On the face of it, Vancouver’s Japandroids should prove an inspiration to every fat, underachieving rock slob under the sun. You see, Brian King and David Prowse are - in some respects - patently just a couple of schlubs who wanted a fun, dumb rawk out, as a fun, dumb rawk band. Only, they couldn't be bothered to assemble the personnel required to do so, the recruitment drive stalling with one very large distortion peddle and the pair's decision to 'sing' themselves. Lyrics? Well, we'll deal with them more later, but certainly they involve a huge number of Vancouver-based puns and in-jokes (see particularly ‘Darkness On The Edge Of Gastown’). Oh, and they named their band Japandroids, ferchissakes.
And it's worked out for them. The thing is, it's REALLY worked out for them. As in, other boneidle slackers who just wanna mess about with dirrrty riffs should probably muster the energy to ponder how Japandroids manage to be so damn affecting.
In fairness, Post-Nothing is noticeably more focussed than the preceding Lullaby Death Jams EP. There the duo basically stretched out in whatever direction they felt like: the glammy holler of ‘No Allegiance To The Queen’, ‘Lucifer’s Symphony’, an ominous incantation that simply sped up until it hit pop velocity; all via a track entitled ‘Sexual Aerosol’. The fact it had any sense of homogeneity at all is essentially testament to the fact Japandroids don’t play very many instruments.
For their debut LP - finally receiving its proper UK release - matters are a little less broad. Blearily honest fuzz rock with a hazy nu-gaze corona is essentially what’s on the menu. If you’re feeling particularly fanciful you could even accuse Post-Nothing of being focussed enough to sport a vague through thread: we start off as ‘The Boys Are Leaving Town’ (clattering drums, ragged, out of the blocks shouts of enthusiasm, the almost Boy’s Own rhetoric of the query “will we find our way back home?”), but instantly hit rockier, more pathetic waters with ‘Young Hearts Spark Fire’ (“we used to dream, but now we worry about dying”).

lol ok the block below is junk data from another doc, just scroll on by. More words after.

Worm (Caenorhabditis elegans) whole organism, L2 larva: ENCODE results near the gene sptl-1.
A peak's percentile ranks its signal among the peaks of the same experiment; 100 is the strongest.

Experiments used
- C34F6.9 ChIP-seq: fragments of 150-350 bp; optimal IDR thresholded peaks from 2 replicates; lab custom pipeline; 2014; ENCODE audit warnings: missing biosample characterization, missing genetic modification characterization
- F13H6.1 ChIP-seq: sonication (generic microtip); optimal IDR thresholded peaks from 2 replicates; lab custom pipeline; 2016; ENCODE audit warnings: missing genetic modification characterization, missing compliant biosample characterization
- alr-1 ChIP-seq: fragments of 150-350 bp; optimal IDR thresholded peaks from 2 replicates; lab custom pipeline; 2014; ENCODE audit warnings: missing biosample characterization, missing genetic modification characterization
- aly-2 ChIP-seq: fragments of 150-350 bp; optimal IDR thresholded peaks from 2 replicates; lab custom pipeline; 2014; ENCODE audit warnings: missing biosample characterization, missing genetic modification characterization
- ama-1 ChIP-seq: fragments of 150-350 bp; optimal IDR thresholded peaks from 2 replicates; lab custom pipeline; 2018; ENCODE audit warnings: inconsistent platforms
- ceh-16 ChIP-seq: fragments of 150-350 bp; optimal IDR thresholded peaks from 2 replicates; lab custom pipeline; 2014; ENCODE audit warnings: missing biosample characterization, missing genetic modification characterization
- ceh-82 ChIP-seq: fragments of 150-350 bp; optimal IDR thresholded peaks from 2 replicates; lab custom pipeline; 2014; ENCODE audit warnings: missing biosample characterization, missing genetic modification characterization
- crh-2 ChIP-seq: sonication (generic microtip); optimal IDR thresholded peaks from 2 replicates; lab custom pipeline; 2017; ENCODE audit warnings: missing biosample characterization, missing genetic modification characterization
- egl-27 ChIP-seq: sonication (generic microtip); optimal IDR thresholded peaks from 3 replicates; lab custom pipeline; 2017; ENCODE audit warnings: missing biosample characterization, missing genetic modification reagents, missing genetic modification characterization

By the bludgeoning sex-throb of the fast, hard mid-point 'Heart Sweats', allusions to innocence and youth have been jettisoned for jaded mockery - “your heart is cold as ice girl, I should know, I’ve been to the North Pole... your style is such a mess girl, I should know, I used to date a stylist”. When penultimate track ‘Sovereignty’ arrives, even such worldly thoughts have been left behind: over an icy guitar haze, King or Prowse howls a drained hymn of escape. The line “we’ll leave tonight and we’ll leave together” should echo a thousand dreamer’s anthems; instead it sounds horribly numb, the sense of severance only broken as he spits the chorus “it’s raining in Vancouver, but I don’t give a fuck, because I'm far from home tonight”. All ties with everything finally give way under the Will-o'-wisp flicker of the pallid ‘I Quit Girls’ (“she was just one of those girls. After her, I quit girls”).
Maybe it’s nothing so developed as all that, but here’s the irrefutable thing about Post-Nothing, the reason why it’s so more than the stoopid sum of its stoopid musical parts. Yes, there’s technically more instrumental breadth in most episodes of Sesame Street, but this is a deeply, troublingly emotional record. These could have been good time anthems, these could have been beery forays into masculine angst, these could have been about how Japandroids’ women done them wrong, about how they wanted to live fast and die young and make money and drive shiny cars. But they’re not – they’re songs about fading away, about suburban numbness and blank interactions. The fact they’re hacked out in such robust sonic textures actually serves to intensify the songs emotionally – the music is an ever-swirling pool of raw power, the words shaping that power into something disquieting. Sure there’s humour here, but there’s unselfpitying, unpoetic, unvarnished honesty too, the modern Western malaise of personal and social detachment not etched in Radiohead acid or Talking Heads doodles, but drilled with jackhammer force. Ultimately, there is no pretention to Japandoids: maybe they just couldn’t be bothered.
8Andrzej Lukowski's Score